The solace of a family...
...and the demise of the lonely in old age
|“Change is hard, isn’t it?” This is offered as consolation to a depressed and uncommunicative counselling client in the opening of Mike Leigh’s latest film ‘Another Year’. The film follows an almost too perfect, too stable couple through another year as they approach old age. Both have fulfilling jobs, a comfortable home, a well adjusted grown son who likes spending time with them, and who even helps them out in their allotment where they work side by side growing their own vegetables. Everything would seem to be in place. In stark contrast to their perfect life are their long term friends, who have clearly seen better days. They find themselves ageing and alone in the world, drinking and smoking too much, and watching yet another year pass by with less and less to feel positive about. Then there’s the brother, who’s just lost his wife who he perhaps did not really get along with anyway, and his estranged and angry son. The supposed ‘golden years’ are not far off, yet unlike the perfect couple, the rest look more likely to shuffle into their old age swathed in a dreary shade of grey. Unlike so many contemporary British films which are made according to the standard, easily palatable, Hollywood formula, the films of Mike Leigh have always been much more domestic in pitch. The tempo, dialogue, and aesthetic of Leigh’s films offer little in the way of polish and a lot in the way of down to earth ‘reality’. They are not necessarily meant to entertain, but rather offer an often extremely spare and gritty portrait of the dismalness or mundaneness of life. Though Leigh has in the past used this approach to great effect – ‘Secrets and Lies’ (1996) and ‘Happy-Go-Lucky’ (2008) are two very different yet equally successful achievements in his brand of film realism – there were moments during ‘Another Year’ where I found myself wishing for more. Wishing for someone to say something, anything, of substance. On more than one occasion I felt that pang of annoyance you get when sitting on the bus behind two people who are talking incessantly and inanely for the entire journey about nothing at all. It was realistic, indeed – there was ample talking, pleasantries and pointless exchanges aplenty – but there was often simply nothing meaningful to listen to, and more importantly little to allow the characters much depth. |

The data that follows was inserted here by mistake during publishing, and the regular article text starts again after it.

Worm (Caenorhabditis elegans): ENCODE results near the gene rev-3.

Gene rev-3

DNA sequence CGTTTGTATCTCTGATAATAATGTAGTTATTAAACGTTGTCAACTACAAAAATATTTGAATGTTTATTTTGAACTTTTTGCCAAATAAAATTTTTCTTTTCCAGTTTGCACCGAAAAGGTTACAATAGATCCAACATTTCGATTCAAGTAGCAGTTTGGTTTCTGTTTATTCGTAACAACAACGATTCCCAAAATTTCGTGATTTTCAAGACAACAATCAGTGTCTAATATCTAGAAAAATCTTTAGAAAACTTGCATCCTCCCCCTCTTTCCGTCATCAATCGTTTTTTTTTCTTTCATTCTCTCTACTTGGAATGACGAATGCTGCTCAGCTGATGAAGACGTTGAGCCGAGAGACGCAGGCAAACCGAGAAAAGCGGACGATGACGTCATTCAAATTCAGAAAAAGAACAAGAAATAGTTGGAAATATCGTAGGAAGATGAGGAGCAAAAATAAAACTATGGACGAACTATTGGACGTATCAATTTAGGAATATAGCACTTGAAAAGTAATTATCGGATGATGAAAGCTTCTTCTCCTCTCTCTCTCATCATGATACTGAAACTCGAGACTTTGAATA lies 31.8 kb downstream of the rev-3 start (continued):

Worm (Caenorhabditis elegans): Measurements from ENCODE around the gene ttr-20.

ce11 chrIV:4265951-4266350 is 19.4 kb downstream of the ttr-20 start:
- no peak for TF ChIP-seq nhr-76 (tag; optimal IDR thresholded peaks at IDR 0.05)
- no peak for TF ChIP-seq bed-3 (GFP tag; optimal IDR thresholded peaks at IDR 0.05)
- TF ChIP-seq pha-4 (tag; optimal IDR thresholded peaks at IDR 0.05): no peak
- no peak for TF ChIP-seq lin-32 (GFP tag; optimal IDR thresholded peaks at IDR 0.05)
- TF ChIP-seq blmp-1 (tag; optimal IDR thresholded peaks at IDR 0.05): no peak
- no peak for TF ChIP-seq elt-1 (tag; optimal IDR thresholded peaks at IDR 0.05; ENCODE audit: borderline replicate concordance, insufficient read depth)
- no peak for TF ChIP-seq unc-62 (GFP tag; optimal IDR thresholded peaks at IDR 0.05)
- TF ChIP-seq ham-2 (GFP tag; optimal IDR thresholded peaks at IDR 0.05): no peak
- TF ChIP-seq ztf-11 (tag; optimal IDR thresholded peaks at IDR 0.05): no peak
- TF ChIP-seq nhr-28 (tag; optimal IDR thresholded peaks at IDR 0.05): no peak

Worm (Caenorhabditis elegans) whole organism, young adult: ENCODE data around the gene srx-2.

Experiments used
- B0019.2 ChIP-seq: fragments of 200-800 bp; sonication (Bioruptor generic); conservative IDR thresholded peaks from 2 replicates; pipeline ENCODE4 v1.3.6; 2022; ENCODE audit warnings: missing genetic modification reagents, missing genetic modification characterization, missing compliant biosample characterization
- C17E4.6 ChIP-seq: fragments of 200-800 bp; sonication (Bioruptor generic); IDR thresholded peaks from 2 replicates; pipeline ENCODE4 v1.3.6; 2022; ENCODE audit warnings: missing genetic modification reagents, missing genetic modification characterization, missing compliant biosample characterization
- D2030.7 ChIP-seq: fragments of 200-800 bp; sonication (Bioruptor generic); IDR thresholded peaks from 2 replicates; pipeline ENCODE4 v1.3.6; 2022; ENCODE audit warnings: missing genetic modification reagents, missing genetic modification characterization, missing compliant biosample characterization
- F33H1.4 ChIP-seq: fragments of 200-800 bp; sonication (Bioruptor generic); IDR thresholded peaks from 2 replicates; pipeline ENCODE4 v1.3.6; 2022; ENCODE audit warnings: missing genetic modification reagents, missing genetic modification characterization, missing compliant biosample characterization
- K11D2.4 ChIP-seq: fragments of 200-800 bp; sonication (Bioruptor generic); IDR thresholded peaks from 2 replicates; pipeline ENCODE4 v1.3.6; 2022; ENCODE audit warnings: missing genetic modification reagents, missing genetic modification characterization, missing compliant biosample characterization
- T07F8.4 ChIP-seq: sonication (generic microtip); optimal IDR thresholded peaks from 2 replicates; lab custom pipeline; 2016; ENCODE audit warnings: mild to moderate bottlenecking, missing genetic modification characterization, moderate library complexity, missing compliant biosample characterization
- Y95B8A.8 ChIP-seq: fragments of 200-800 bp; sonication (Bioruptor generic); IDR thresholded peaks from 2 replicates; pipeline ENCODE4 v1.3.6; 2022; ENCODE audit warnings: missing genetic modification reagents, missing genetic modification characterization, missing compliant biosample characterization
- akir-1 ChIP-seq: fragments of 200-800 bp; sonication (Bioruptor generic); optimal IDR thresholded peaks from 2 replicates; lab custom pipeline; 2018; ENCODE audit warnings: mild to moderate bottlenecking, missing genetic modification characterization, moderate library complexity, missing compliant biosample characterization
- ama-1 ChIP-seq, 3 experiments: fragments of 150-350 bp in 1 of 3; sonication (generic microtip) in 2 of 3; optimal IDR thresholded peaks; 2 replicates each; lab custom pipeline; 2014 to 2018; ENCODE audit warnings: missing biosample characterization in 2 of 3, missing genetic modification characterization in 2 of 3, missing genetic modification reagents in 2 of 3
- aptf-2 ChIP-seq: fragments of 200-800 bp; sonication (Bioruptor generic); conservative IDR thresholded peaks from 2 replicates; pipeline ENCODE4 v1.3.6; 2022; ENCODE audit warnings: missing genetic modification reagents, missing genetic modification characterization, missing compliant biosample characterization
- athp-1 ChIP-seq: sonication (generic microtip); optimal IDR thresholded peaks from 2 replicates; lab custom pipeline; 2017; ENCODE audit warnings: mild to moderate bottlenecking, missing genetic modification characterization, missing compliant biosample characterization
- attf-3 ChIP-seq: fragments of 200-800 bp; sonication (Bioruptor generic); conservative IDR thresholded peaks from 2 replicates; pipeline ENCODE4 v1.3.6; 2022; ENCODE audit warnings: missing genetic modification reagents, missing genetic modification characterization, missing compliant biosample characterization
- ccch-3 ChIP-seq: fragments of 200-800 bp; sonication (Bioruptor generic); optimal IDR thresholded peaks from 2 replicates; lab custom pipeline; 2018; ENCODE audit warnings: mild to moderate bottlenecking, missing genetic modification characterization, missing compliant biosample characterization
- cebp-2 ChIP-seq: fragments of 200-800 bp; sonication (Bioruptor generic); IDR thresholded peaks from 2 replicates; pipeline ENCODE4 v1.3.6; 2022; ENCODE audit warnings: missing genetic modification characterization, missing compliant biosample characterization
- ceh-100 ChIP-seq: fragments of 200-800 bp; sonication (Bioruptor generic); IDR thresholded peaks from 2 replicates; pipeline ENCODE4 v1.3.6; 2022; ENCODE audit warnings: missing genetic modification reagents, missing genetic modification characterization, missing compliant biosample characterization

With that said, there were some touching moments, especially towards the end of the film where the characters actually involved themselves emotionally, and had some meaningful interactions. Indeed, I have been left with some lingering impressions from the film’s more thoughtful passages. In the end, however, I am not entirely clear what message the film is hoping to leave you with. The well functioning couple sit in the centre of this film, content but somewhat dull, while their youthful son finds love (and looks set to follow a similarly content but dull path), and their age contemporaries drift into loneliness, depression, and low level alcoholism. Time passes, but for the most part things stay pretty much the same. Change is hard? Certainly. And though the lucky few may have found someone they genuinely like to spend the passing time with, for the rest it is exactly a lack of change that is the hardest thing of all.
|Bewertung:||* * *|
8. Oktober 2010
Labels: Another Year